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Athyrium filix-femina0.jpg
Athyrium filix-femina
Scientific classification e
Kingdom: Plantae
Clade: Tracheophytes
Class: Polypodiopsida
Order: Polypodiales
Suborder: Aspleniineae
Family: Athyriaceae
Genus: Athyrium
19th-century illustration of A. filix-femina

Athyrium (lady-fern) is a genus of about 180 species of terrestrial ferns, with a cosmopolitan distribution. It is placed in the family Athyriaceae, in the order Polypodiales.[1][2] Its genus name is from Greek a- ('without') and Latinized Greek thyreos ('shield'), describing its inconspicuous indusium (sorus' covering).[3] The common name "lady fern" refers in particular to the common lady fern, Athyrium filix-femina.[4]

Athyrium species are used as food plants by the larvae of some Lepidoptera species including the small angle shades and Sthenopis auratus.


There are about 180, including:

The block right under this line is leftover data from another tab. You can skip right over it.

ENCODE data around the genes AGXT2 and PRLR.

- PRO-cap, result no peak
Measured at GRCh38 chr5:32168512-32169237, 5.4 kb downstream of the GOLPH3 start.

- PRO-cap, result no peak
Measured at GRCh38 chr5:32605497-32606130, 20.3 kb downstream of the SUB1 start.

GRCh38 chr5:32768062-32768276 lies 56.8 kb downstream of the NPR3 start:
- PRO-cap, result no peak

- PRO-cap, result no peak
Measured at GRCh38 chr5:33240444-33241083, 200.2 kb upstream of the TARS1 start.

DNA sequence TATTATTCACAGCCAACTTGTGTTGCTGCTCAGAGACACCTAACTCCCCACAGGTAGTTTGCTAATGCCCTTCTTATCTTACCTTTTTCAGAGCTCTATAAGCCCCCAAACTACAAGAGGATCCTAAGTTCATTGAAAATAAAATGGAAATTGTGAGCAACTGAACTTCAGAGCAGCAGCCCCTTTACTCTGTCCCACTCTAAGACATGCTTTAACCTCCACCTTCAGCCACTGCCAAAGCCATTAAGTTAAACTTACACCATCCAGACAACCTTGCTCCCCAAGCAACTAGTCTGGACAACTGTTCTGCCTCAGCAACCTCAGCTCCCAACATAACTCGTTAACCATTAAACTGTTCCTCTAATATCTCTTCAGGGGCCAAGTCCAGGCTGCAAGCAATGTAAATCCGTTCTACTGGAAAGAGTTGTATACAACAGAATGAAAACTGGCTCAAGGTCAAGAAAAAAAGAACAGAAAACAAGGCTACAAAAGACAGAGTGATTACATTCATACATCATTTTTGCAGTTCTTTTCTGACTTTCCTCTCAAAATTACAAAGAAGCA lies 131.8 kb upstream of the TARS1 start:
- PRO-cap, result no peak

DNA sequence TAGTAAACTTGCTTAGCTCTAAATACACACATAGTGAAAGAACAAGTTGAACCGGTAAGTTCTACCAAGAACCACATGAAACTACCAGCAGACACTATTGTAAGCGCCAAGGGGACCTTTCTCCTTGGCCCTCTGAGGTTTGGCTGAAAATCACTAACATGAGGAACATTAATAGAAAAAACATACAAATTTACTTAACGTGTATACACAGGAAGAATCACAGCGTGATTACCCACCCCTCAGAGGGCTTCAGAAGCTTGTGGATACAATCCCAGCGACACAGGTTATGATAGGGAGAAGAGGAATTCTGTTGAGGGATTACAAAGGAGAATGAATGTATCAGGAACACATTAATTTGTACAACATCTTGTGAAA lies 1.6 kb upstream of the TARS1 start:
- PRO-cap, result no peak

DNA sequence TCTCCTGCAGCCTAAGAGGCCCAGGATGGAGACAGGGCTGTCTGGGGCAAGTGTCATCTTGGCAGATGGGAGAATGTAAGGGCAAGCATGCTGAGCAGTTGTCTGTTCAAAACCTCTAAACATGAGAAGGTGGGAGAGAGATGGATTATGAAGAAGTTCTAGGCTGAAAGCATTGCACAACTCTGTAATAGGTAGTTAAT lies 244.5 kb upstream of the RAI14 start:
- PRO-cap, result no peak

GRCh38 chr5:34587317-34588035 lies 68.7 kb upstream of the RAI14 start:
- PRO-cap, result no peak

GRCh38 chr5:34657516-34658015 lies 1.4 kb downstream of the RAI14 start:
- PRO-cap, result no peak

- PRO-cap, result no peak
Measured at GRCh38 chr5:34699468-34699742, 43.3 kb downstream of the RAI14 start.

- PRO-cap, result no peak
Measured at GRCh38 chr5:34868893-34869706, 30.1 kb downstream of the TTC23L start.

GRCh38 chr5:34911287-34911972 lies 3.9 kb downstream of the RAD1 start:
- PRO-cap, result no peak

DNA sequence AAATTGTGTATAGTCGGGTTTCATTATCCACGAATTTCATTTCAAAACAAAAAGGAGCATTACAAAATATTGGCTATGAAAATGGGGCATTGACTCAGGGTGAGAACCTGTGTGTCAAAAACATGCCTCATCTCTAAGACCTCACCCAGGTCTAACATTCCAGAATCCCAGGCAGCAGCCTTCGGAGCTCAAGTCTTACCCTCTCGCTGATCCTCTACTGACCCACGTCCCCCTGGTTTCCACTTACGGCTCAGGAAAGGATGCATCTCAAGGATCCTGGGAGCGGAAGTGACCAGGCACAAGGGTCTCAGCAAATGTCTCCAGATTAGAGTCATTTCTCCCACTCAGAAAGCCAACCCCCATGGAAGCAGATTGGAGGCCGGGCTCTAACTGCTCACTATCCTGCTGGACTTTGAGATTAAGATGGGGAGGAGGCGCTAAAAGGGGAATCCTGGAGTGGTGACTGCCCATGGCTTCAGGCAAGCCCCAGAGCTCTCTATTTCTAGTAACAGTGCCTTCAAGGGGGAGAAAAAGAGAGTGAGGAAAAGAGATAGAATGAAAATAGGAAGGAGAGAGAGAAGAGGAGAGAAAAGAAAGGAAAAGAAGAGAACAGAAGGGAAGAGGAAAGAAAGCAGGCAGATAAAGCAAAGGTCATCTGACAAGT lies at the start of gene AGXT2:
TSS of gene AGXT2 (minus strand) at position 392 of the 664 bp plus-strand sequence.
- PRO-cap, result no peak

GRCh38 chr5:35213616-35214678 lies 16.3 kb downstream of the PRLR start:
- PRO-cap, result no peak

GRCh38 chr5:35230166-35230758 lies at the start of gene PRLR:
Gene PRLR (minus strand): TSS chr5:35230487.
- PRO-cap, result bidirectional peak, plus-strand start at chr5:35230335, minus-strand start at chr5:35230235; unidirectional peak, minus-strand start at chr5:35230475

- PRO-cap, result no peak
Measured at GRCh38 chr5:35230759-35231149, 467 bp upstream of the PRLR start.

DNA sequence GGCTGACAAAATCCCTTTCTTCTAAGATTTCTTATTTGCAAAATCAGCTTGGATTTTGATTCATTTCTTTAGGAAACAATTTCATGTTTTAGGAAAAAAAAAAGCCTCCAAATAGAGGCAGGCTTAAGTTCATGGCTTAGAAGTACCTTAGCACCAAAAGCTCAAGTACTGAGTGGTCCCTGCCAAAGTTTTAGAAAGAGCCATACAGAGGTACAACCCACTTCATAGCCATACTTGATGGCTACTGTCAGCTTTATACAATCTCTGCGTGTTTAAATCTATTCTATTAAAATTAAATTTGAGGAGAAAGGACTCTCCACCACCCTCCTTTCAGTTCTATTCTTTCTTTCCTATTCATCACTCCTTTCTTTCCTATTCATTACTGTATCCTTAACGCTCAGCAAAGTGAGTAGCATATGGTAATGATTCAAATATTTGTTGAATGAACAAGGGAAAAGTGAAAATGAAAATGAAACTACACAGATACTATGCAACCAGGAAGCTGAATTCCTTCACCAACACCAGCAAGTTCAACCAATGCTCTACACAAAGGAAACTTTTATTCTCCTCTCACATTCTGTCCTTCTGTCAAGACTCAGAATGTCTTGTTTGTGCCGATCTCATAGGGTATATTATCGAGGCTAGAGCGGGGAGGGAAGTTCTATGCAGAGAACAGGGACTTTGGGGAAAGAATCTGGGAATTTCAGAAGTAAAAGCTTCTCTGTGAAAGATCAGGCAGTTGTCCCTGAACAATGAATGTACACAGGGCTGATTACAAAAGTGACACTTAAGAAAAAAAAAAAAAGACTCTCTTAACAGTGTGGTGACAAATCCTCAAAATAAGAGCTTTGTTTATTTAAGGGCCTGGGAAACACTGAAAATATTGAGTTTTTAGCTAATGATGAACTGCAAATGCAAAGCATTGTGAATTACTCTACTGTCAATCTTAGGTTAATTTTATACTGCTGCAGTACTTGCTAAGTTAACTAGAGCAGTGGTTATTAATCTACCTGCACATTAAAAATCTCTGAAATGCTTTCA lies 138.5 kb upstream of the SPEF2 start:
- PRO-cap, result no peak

1. ^ Alan R. Smith; Kathleen M. Pryer; Eric Schuettpelz; Petra Korall; Harald Schneider; Paul G. Wolf (2006). "A classification for extant ferns" (PDF). Taxon. 55 (3): 705–731. doi:10.2307/25065646. Archived from the original (PDF) on 2008-02-26.
  2. ^ Maarten J. M. Christenhusz, Xian-Chun Zhang & Harald Schneider (2011). "A linear sequence of extant families and genera of lycophytes and ferns" (PDF). Phytotaxa. 19: 7–54.
  3. ^ Lloyd H. Snyder, Jr.; James G. Bruce (1 October 1986). Field Guide to the Ferns and Other Pteridophytes of Georgia. University of Georgia Press. p. 114. ISBN 978-0-8203-2385-5. Retrieved 26 September 2013.
  4. ^ Entry "lady fern", New Oxford American Dictionary 3rd edition (2010) by Oxford University Press, Inc.

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